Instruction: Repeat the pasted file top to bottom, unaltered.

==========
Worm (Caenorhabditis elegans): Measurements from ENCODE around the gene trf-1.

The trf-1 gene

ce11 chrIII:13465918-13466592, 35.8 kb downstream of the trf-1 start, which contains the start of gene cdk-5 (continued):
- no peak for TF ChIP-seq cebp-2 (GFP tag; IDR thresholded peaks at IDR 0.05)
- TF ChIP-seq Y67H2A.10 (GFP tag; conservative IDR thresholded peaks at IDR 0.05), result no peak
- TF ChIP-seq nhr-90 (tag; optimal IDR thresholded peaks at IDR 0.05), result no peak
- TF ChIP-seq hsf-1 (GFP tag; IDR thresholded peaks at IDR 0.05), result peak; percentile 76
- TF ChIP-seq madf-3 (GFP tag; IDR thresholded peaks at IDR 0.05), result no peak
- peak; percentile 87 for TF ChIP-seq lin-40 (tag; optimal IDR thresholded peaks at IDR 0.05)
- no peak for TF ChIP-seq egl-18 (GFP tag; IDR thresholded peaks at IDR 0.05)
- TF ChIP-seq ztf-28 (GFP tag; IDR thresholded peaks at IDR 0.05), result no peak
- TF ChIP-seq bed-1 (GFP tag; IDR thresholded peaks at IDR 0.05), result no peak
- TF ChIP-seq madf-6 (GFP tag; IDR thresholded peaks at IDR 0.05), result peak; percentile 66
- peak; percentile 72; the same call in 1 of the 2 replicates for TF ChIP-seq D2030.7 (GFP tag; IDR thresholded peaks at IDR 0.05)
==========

Worm (Caenorhabditis elegans): Measurements from ENCODE around the gene trf-1.

The trf-1 gene

ce11 chrIII:13465918-13466592, 35.8 kb downstream of the trf-1 start, which contains the start of gene cdk-5 (continued):
- no peak for TF ChIP-seq cebp-2 (GFP tag; IDR thresholded peaks at IDR 0.05)
- TF ChIP-seq Y67H2A.10 (GFP tag; conservative IDR thresholded peaks at IDR 0.05), result no peak
- TF ChIP-seq nhr-90 (tag; optimal IDR thresholded peaks at IDR 0.05), result no peak
- TF ChIP-seq hsf-1 (GFP tag; IDR thresholded peaks at IDR 0.05), result peak; percentile 76
- TF ChIP-seq madf-3 (GFP tag; IDR thresholded peaks at IDR 0.05), result no peak
- peak; percentile 87 for TF ChIP-seq lin-40 (tag; optimal IDR thresholded peaks at IDR 0.05)
- no peak for TF ChIP-seq egl-18 (GFP tag; IDR thresholded peaks at IDR 0.05)
- TF ChIP-seq ztf-28 (GFP tag; IDR thresholded peaks at IDR 0.05), result no peak
- TF ChIP-seq bed-1 (GFP tag; IDR thresholded peaks at IDR 0.05), result no peak
- TF ChIP-seq madf-6 (GFP tag; IDR thresholded peaks at IDR 0.05), result peak; percentile 66
- peak; percentile 72; the same call in 1 of the 2 replicates for TF ChIP-seq D2030.7 (GFP tag; IDR thresholded peaks at IDR 0.05)